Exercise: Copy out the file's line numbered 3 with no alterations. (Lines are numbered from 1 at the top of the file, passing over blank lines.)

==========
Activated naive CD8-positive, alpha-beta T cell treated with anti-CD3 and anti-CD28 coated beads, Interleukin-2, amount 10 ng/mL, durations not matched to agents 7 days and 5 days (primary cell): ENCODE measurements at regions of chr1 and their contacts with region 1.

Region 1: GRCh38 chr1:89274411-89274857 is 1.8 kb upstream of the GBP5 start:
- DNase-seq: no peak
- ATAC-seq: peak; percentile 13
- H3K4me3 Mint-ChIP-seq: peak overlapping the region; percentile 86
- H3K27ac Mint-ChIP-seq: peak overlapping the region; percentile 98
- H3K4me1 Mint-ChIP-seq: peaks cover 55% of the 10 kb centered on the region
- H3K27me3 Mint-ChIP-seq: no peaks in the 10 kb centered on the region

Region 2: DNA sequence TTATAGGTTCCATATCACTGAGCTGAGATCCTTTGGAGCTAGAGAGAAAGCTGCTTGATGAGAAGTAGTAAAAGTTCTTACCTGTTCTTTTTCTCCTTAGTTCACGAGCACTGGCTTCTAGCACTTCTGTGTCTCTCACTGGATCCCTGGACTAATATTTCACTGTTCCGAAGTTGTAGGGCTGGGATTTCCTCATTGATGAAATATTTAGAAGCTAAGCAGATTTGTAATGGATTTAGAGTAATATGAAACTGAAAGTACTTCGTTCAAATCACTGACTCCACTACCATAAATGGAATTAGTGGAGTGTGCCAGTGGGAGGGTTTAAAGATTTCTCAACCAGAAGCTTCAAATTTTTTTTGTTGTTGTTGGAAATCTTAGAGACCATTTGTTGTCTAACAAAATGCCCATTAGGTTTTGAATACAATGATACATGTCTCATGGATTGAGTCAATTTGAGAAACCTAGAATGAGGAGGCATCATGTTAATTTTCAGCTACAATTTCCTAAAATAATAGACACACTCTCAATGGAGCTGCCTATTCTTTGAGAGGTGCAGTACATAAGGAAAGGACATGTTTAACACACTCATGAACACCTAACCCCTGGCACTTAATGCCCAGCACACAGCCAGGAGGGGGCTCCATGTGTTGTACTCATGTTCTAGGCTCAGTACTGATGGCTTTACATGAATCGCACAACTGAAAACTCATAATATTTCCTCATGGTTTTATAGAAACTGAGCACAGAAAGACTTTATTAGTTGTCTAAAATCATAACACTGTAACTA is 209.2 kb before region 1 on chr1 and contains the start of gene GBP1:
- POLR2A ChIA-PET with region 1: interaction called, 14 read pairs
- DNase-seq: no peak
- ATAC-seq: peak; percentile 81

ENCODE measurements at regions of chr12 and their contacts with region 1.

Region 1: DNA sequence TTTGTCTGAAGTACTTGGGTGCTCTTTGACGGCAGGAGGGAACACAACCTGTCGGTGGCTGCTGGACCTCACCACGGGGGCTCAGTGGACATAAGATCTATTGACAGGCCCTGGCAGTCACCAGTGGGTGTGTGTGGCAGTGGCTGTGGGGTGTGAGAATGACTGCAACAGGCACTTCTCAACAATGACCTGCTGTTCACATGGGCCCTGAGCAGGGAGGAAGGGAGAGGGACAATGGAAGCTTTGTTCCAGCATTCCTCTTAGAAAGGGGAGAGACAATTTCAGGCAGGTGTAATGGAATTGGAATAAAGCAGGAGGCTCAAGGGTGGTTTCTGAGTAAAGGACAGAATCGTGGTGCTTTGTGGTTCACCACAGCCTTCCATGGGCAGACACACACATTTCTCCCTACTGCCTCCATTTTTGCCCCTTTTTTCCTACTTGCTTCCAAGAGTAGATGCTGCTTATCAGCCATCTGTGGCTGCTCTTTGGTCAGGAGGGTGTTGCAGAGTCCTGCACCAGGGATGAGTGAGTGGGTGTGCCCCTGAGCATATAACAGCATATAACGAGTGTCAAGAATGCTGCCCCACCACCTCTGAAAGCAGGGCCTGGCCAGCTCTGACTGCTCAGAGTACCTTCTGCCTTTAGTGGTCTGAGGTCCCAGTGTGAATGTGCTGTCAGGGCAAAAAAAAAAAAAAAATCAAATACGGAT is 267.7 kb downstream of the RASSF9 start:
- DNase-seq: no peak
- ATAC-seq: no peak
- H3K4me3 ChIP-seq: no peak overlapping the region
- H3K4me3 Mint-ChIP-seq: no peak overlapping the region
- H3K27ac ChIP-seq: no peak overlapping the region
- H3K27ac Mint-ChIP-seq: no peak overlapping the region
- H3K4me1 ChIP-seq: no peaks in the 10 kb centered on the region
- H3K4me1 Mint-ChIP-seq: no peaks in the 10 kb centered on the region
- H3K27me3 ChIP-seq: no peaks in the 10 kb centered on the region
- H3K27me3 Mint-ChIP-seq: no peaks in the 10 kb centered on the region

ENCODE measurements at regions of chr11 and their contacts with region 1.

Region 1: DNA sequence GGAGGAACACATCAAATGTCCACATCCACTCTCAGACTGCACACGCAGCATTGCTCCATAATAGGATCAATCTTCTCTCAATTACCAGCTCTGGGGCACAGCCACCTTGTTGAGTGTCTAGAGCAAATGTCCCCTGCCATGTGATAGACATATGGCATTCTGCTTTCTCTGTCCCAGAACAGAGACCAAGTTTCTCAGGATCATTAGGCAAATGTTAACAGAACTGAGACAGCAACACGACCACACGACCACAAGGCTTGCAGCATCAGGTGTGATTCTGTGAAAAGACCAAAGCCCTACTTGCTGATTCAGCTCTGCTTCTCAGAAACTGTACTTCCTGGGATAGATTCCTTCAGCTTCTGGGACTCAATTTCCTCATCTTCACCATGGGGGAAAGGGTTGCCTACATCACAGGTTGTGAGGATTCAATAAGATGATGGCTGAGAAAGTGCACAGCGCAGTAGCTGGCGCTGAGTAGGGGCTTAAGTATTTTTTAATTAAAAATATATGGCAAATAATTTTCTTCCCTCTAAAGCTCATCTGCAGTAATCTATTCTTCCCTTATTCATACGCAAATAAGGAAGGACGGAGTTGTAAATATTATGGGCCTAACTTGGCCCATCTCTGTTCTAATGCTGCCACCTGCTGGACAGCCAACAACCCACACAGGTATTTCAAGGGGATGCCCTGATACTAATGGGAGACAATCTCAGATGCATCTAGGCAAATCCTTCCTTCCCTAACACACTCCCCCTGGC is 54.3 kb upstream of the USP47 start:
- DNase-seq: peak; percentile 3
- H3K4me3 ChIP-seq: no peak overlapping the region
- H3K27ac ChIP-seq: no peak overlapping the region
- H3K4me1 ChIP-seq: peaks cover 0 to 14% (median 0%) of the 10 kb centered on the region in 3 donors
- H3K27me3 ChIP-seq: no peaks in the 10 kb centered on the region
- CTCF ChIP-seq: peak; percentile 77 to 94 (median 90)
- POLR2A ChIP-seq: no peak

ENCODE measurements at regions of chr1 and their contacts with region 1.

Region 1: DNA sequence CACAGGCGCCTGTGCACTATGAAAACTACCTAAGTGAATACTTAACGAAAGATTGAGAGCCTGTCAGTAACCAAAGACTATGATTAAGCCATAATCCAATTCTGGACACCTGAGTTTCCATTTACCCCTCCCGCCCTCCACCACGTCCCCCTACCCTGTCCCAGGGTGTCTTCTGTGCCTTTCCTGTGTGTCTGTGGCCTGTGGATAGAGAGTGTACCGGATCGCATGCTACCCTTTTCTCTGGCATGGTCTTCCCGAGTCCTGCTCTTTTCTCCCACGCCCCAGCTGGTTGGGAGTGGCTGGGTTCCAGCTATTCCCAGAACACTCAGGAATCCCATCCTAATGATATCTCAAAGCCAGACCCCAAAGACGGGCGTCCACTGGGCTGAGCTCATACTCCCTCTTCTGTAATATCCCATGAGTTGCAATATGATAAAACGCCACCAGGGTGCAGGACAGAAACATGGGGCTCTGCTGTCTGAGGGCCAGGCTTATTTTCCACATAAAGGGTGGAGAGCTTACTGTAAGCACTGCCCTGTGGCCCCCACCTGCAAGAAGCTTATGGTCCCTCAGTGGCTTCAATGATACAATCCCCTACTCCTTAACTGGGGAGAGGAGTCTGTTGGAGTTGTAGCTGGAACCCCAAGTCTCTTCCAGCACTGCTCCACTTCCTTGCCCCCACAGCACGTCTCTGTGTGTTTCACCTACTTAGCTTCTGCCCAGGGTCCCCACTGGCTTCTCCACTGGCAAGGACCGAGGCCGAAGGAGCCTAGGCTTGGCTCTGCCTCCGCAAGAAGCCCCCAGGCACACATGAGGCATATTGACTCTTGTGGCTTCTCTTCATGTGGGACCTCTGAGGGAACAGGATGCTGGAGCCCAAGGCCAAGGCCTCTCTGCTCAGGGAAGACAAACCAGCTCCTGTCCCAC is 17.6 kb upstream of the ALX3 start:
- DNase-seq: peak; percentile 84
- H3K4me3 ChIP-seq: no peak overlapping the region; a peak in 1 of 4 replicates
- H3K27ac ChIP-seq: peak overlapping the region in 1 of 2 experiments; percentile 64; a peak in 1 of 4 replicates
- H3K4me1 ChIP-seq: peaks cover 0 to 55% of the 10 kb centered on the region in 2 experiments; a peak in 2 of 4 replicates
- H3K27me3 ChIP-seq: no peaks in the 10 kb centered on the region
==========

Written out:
- DNase-seq: no peak